I don’t know who claimed what on popularity.  But the JD old 4x4s were popular here but that’s only comparing them to IH.  Steiger and especially Versatile ruled the roost.  Next came JD and Case.  Lastly IH.  The only tractors that sold worse was white and AC.  You mentioned JD guys running Steiger and Versatile.  That was true here too but our IH dealer sold Versatile over their own IH Steigers which didn’t help sales any. I ain’t $hi!!ing when I say I can count on one hand the number of the Steiger IHs I have seen around here.  Pretty sore there was more back in the day but they didn’t stick around very long. The old yellow 4100s are way more common.  

Also I’ll take your word the 4586 was much better then the JD 30/40 series down there.  I don’t farm in your area, conditions are not the same between us and so yes I believe it.  My opinion the JDs had to be treated like a tractor 2 sizes down to be reliable. But also redpower is the only place I’ve seen anybody claim the 4586/4786s were good tractors.  Even LeeKlancher's book mentions some quality issues.  And I’d have to look but it seems like IH’s market share declined towards the end and I thought they sold off their share in Steiger to live another day.

Link to comment
Share on other sites

9 hours ago, Farmer in training said:

I'll concede that common sense tells you that a heavier tractor with more ci and a fair amount more db hp should out pull the smaller tractor. I basically just found some info to stir the pot a little along with giving ih a little respect. But like I said before in this thread I think ih was thinking more 4wd and awd when it comes to heavy tillage and knowing what we know now I don't think anybody will argue that was wrong. It's not their fault the market wasn't ready for it. And I don't consider a 6030 an all purpose tractor. I've never heard anybody talk about how well their 6030 did on the feed mill or cultivator it's always how much they pulled with it.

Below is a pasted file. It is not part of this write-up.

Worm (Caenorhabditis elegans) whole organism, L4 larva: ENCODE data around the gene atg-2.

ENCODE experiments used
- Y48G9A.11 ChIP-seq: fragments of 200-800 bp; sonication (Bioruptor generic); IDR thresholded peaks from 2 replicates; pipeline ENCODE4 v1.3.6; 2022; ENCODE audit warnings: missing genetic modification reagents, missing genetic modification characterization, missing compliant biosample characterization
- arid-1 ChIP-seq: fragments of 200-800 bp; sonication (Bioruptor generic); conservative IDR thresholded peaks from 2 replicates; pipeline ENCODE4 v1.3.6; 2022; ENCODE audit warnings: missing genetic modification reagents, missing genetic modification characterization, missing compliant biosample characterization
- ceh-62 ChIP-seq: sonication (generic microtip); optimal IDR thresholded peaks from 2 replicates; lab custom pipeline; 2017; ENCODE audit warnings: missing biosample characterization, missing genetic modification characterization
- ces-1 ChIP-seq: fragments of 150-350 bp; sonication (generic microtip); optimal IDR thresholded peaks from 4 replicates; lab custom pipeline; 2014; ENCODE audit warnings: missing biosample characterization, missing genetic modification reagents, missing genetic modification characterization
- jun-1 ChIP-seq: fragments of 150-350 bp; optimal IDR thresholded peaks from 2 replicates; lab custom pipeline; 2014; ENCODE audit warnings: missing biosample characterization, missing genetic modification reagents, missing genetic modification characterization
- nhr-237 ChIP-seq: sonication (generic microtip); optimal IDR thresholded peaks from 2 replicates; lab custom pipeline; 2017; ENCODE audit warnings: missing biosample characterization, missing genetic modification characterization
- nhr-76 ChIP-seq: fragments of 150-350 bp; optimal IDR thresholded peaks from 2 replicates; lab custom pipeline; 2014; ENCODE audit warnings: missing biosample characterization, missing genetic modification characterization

Well typically when you buy the biggest tractor in the lineup they get put to use in heavy tillage.  That being said 6030s can be all around tractors.  Just because you didn’t hear of it doesn’t mean it didn’t happen.  Why did JD make cultivators for the 6030.  Heck Steiger and Versatile made rowcrop 4x4s.  If there was enough demand for those then somebody out there was using a 6030 to cultivate with.  My cousins 6030s I keep referencing whenever the subject comes up were used on forage choppers and haybuster wagons back in the day when they weren’t summer fallowing. You’ll probably laugh but they have of course retired both of them.  They took the hot one and removed the chloride, removed the duals, removed all the weights and got the AC working and now it spends its life pulling a Vermeer twin V take during the summer.  The other 6030 gets used occasionally on a tub grinder.  Tractors that size new and old get used for many non tillage jobs all around jobs here.  

Link to comment
Share on other sites

13 minutes ago, Big Bud guy said: